Coupled with the economic woes of the 1930s and the costs of wiring theaters for sound films, exhibitors also faced the increasingly widespread popularity of radio (with its "free" entertainment). In addition, a burgeoning nontheatrical market for moving pictures had emerged with the growing availability of 16mm sound projectors in the later 1930s. Exhibitors increased efforts to attract audiences to the theater by lowering ticket prices and relying on special promotions, contests, and double-feature programs. Decreased costs made air conditioning a more available amenity by the later 1930s, so that the movie theater became one of the first public sites to offer ordinary citizens the luxury of climate-controlled comfort. At the same time, the sale of candy and, especially, popcorn emerged as a crucial source of revenue for the exhibitor, with carbonated soft drinks soon to follow in the 1940s. Vending machines and, eventually, a larger and more elaborate concession stand became a standard component of the movie theater. Concession sales often brought more profit to the theater than box office receipts.

The 1930s also saw a marked drop in the number of new theaters—and picture palaces, in particular—being constructed. However, even small-town venues that depended on rural audiences had long realized that periodic renovation and updating to decor as well as equipment was a sensible business practice that associated the theater with the "modern." Art deco design, with cleaner lines and less surface decoration, became a more prominent feature in renovated theaters and the relatively few newly constructed theaters. This style was featured in one of the few new theatrical ventures to emerge in the midst of the Depression: the small but sleekly designed newsreel theaters operated by Trans-Lux and other companies in major metropolitan areas. Equipped with an innovative rear-projection system, the first Trans-Lux theater opened in New York City in 1931, creating a trend that flourished during World War II and continued until the introduction of commercial television.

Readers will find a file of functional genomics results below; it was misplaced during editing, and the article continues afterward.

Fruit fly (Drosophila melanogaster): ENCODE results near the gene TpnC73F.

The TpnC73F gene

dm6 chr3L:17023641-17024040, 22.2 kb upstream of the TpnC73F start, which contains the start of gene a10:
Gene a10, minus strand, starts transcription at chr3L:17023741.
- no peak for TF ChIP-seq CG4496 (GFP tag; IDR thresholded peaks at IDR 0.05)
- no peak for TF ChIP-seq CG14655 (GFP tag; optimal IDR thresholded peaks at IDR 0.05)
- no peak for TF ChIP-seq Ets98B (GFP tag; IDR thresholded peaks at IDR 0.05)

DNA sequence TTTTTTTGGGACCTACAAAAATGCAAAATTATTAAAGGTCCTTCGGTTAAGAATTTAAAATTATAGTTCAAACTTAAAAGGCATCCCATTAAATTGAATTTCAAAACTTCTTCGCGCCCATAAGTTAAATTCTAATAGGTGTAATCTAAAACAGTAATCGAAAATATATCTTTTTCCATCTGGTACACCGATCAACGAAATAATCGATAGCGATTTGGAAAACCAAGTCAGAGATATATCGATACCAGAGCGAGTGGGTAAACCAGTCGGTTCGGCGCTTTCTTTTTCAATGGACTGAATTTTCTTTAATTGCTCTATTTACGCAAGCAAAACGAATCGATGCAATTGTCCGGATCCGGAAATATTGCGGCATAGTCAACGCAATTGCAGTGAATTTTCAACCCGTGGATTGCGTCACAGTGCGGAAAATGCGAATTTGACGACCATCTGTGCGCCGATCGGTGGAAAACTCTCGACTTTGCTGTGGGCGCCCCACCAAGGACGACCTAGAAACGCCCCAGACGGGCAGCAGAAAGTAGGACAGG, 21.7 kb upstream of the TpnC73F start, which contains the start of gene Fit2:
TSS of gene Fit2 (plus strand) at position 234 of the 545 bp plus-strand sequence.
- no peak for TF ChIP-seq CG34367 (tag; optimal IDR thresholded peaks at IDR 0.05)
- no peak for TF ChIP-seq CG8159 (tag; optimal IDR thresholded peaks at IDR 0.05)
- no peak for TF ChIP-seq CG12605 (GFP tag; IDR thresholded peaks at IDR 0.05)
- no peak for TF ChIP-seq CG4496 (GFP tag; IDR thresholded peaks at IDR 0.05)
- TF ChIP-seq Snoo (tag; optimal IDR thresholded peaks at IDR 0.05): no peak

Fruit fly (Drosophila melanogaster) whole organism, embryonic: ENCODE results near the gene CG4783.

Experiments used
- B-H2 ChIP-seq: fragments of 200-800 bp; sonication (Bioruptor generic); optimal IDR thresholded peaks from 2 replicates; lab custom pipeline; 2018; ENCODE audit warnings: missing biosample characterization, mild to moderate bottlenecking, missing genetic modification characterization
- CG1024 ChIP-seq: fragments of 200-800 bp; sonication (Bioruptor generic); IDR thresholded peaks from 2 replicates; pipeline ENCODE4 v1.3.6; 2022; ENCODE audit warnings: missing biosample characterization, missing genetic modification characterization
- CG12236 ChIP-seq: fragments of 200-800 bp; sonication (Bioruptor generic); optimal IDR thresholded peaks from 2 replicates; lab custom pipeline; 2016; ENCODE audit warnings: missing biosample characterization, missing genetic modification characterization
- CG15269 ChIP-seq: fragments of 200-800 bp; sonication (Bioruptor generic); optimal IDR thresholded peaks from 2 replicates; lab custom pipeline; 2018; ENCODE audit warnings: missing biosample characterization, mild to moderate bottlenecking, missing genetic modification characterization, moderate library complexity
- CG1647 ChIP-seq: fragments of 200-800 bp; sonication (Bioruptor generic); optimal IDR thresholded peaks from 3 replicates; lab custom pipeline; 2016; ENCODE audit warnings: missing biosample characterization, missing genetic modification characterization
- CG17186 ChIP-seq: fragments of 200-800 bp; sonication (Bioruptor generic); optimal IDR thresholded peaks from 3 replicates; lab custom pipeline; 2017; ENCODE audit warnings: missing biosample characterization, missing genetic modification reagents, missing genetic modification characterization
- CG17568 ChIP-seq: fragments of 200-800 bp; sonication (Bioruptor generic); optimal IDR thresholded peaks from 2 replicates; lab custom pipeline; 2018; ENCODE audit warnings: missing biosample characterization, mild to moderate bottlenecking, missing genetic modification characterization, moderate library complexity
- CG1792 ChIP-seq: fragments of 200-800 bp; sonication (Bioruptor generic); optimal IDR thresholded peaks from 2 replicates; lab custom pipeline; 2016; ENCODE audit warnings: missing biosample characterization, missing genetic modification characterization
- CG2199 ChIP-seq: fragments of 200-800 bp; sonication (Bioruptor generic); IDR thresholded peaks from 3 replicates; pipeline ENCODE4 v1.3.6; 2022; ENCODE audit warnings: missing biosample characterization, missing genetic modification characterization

One architect who did continue to design striking new and remodeled theaters during the 1930s was S. Charles Lee (1899–1990), who worked principally in California. For example, Lee's streamlined aesthetic, which made ample use of rounded forms, horizontal lines, and industrial material (aluminum, glass, and chrome), was especially evident in the Academy Theatre, which was built in 1939 in Inglewood, California. Other architects, including, most notably, Ben Schlanger, also argued in the mid-1930s for an even more austere and efficient type of modern theater, designed and built exclusively for screening moving pictures and intended to maximize the viewing experience. In some respects, these ideas were not fully implemented until the emergence of the megaplex theater complexes of the 1980s and 1990s.

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